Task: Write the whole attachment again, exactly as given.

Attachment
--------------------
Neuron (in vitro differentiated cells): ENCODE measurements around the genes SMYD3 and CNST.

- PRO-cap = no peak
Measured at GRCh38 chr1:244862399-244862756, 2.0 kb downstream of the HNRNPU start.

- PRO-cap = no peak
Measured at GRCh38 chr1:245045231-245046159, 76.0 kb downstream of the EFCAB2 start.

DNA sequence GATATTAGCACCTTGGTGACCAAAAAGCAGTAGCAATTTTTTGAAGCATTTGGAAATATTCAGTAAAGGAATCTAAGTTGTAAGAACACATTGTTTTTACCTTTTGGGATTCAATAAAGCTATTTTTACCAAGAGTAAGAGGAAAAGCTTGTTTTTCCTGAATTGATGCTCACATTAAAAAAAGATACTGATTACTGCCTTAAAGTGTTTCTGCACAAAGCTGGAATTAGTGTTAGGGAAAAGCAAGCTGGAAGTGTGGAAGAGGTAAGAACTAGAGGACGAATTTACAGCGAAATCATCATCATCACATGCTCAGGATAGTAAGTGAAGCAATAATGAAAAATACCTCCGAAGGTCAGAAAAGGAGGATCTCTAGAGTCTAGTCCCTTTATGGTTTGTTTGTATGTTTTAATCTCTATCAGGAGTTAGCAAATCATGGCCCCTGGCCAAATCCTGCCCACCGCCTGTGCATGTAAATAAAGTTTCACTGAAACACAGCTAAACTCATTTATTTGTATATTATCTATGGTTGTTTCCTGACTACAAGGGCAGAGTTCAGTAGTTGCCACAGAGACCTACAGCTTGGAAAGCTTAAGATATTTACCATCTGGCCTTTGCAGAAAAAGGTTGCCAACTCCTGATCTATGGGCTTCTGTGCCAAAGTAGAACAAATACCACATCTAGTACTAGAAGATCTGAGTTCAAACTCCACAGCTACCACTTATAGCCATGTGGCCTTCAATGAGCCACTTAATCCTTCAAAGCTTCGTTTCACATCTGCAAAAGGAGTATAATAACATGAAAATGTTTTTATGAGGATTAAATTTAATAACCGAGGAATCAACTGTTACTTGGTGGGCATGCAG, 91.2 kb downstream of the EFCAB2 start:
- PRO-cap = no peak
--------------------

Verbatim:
Neuron (in vitro differentiated cells): ENCODE measurements around the genes SMYD3 and CNST.

- PRO-cap = no peak
Measured at GRCh38 chr1:244862399-244862756, 2.0 kb downstream of the HNRNPU start.

- PRO-cap = no peak
Measured at GRCh38 chr1:245045231-245046159, 76.0 kb downstream of the EFCAB2 start.

DNA sequence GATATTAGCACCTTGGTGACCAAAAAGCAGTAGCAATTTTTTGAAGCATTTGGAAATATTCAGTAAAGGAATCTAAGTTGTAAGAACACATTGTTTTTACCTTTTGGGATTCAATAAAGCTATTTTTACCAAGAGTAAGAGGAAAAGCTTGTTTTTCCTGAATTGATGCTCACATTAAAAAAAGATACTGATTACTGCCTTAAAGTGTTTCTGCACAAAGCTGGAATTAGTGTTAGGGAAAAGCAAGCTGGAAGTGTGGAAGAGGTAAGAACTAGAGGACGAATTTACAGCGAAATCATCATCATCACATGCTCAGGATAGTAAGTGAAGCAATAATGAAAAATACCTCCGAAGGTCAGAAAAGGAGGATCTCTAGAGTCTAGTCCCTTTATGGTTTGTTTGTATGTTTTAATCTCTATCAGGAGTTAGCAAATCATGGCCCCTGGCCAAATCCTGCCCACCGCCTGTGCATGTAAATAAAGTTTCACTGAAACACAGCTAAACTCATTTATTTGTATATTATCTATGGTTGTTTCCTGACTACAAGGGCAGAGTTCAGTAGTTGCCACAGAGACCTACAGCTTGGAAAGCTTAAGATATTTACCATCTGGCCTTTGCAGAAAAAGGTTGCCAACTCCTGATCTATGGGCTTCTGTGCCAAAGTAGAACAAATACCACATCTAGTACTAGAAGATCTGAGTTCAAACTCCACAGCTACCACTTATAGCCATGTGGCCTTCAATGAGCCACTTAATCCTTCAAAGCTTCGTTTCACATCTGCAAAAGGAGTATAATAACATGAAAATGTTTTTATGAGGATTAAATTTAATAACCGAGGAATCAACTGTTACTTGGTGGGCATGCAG, 91.2 kb downstream of the EFCAB2 start:
- PRO-cap = no peak